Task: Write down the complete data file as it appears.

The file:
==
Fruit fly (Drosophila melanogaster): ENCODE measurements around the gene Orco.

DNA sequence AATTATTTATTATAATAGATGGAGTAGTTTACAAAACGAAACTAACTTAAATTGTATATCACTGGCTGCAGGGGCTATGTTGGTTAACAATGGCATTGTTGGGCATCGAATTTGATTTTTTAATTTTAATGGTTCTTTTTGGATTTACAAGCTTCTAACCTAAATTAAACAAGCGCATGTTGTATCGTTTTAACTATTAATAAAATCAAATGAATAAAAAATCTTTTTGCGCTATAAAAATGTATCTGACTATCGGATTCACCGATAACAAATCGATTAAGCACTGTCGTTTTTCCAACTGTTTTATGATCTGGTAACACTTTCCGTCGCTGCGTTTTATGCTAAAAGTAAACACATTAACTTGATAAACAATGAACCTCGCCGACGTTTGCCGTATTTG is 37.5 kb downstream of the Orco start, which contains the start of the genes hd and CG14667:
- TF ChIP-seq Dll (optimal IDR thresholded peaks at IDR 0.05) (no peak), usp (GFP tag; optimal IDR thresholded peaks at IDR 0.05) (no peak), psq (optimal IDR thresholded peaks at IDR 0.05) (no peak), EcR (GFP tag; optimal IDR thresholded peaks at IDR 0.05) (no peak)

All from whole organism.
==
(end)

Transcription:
Fruit fly (Drosophila melanogaster): ENCODE measurements around the gene Orco.

DNA sequence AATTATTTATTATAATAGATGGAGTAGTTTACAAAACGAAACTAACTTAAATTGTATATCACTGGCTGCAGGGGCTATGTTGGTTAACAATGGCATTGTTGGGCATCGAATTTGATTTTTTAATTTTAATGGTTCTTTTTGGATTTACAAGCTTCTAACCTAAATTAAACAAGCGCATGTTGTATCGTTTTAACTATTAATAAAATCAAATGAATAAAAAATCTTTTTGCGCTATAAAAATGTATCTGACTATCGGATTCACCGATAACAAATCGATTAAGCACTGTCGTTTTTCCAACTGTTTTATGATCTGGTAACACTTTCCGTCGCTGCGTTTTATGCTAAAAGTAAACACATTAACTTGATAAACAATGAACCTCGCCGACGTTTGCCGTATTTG is 37.5 kb downstream of the Orco start, which contains the start of the genes hd and CG14667:
- TF ChIP-seq Dll (optimal IDR thresholded peaks at IDR 0.05) (no peak), usp (GFP tag; optimal IDR thresholded peaks at IDR 0.05) (no peak), psq (optimal IDR thresholded peaks at IDR 0.05) (no peak), EcR (GFP tag; optimal IDR thresholded peaks at IDR 0.05) (no peak)

All from whole organism.